Agreeing with the Westminster Shorter Catechism that man’s chief end is “to glorify God, and to enjoy Him forever,” we may rightly uphold the enjoyment of God in prayer as a pursuit which merits no additional qualification. Yet as members of the Church Militant—presently engaged in battle against the flesh, the Devil, and the world—we do well to also embrace prayer as the engine of victorious Christian missions.
Rather than constructing a kind of impenetrable bunker into which the faithful may retreat from the befouling encroachments of the world, we instead regard our labor in prayer as prerequisite, direct confrontation with those forces which nihilistically delay the completion of the Great Commission. Increasing the level of prayer among FMC stakeholders and partners is therefore an invitation to risk the genuine dangers inherent to becoming the embodiment of our petitions. It is an invitation to beseech the Lord of the harvest that He may send more laborers into the harvest, while also beseeching Him to reorient our priorities, affections, and treasures so that we ourselves may be sent.
The inseparability of the practice of prayer from the enterprise of Christian missions holds true both for the local mandate of the FMC and its partners, as well as the global mandate of the worldwide Church. Susceptible as we are, we resist the foolish pride that would delude us into believing that our intellect and effort, without prayer, will somehow dispossesses the kingdom of darkness with the Kingdom of God’s beloved Son—whether in Cleveland, Ohio or in the farthest reaches of the earth. Rather, having in view the many arenas of ministry-investment represented by the FMC and its nearly twenty partners, we engage with God in prayer that He might purify, direct, anoint, empower, and sustain the labor of the saints.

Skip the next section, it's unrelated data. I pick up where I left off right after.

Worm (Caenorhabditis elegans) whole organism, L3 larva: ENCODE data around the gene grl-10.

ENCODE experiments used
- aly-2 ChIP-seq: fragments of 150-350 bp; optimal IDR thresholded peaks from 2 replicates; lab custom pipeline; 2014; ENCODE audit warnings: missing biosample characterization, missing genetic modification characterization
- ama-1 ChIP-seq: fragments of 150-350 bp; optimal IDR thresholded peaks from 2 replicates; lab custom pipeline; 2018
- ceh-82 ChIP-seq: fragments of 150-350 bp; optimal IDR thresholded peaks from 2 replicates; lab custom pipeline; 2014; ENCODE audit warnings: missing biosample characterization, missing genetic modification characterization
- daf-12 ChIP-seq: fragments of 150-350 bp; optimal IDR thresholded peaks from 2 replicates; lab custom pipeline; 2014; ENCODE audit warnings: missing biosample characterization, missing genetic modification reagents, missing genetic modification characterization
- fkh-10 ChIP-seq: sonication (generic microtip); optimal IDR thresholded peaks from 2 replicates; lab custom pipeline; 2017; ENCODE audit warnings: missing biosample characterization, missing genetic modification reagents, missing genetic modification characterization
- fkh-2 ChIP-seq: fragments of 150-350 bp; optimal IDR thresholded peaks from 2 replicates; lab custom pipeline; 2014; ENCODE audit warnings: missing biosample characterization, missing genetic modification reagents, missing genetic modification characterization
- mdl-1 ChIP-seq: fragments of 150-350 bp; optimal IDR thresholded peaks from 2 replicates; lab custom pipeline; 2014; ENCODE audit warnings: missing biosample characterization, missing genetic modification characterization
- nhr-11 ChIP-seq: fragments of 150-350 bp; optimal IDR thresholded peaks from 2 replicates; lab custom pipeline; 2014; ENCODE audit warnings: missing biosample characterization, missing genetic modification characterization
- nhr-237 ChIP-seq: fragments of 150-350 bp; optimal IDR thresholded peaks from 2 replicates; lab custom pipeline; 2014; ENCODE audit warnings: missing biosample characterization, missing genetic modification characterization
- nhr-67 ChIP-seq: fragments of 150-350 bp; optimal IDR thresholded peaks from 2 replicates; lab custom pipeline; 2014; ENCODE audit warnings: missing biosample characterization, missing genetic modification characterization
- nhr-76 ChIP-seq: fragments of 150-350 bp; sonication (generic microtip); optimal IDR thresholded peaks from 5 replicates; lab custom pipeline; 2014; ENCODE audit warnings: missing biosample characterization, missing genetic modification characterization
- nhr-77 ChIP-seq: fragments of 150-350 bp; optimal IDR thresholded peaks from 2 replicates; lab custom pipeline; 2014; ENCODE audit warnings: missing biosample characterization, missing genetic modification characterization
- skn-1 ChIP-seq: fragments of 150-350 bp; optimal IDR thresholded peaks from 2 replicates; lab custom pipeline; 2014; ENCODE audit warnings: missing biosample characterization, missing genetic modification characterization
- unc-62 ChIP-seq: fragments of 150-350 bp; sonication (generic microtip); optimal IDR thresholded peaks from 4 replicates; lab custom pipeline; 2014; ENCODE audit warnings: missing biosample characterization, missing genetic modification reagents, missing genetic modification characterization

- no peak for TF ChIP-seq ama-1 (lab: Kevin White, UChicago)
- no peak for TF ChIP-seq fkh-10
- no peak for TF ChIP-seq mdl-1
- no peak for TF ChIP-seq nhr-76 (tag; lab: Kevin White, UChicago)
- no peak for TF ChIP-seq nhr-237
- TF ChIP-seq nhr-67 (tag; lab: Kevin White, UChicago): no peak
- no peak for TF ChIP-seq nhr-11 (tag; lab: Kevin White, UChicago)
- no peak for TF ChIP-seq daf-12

And although Church history supplies no shortage of inspiration by which to frame this union of prayer and missions, we call particular attention to the legacy of the Moravian Church. With a history that spans from the 15th century to the present day, it is the famed missionary zeal and spiritual fortitude of the Moravians in the 18th century that most readily captures the Christian imagination. Having established the village of Herrnhut in Germany (then independent Saxony), this band of displaced Christians faithfully maintained a 24/7 prayer watch which persisted, uninterrupted, for 100 years! United in intentional community, committed to lives of simplicity, generosity, and brotherly love, and undergirded by their uncompromising practice of prayer, the Moravian Church became the first large-scale Protestant missionary movement, sending hundreds of missionaries throughout the world! One can hardly overstate the importance of the spiritual renewal facilitated by the faithfulness of the Moravians. Would to God that we resemble such faithfulness in piety and practice!